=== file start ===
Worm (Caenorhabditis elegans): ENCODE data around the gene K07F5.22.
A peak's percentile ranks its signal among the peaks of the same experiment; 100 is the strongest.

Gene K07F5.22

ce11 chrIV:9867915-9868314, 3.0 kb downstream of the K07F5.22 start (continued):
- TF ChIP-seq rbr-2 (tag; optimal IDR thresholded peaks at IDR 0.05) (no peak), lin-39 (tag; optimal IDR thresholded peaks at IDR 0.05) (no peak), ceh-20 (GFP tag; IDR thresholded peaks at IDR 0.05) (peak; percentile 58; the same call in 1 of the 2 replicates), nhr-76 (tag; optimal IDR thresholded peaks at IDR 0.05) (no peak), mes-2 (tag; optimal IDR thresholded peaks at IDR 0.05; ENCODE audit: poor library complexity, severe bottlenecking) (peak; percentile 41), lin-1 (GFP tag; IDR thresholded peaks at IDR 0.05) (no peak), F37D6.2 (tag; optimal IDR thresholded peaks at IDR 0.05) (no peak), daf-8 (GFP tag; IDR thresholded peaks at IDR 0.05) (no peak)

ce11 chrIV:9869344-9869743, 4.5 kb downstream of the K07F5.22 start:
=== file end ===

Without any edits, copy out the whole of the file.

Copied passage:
Worm (Caenorhabditis elegans): ENCODE data around the gene K07F5.22.
A peak's percentile ranks its signal among the peaks of the same experiment; 100 is the strongest.

Gene K07F5.22

ce11 chrIV:9867915-9868314, 3.0 kb downstream of the K07F5.22 start (continued):
- TF ChIP-seq rbr-2 (tag; optimal IDR thresholded peaks at IDR 0.05) (no peak), lin-39 (tag; optimal IDR thresholded peaks at IDR 0.05) (no peak), ceh-20 (GFP tag; IDR thresholded peaks at IDR 0.05) (peak; percentile 58; the same call in 1 of the 2 replicates), nhr-76 (tag; optimal IDR thresholded peaks at IDR 0.05) (no peak), mes-2 (tag; optimal IDR thresholded peaks at IDR 0.05; ENCODE audit: poor library complexity, severe bottlenecking) (peak; percentile 41), lin-1 (GFP tag; IDR thresholded peaks at IDR 0.05) (no peak), F37D6.2 (tag; optimal IDR thresholded peaks at IDR 0.05) (no peak), daf-8 (GFP tag; IDR thresholded peaks at IDR 0.05) (no peak)

ce11 chrIV:9869344-9869743, 4.5 kb downstream of the K07F5.22 start: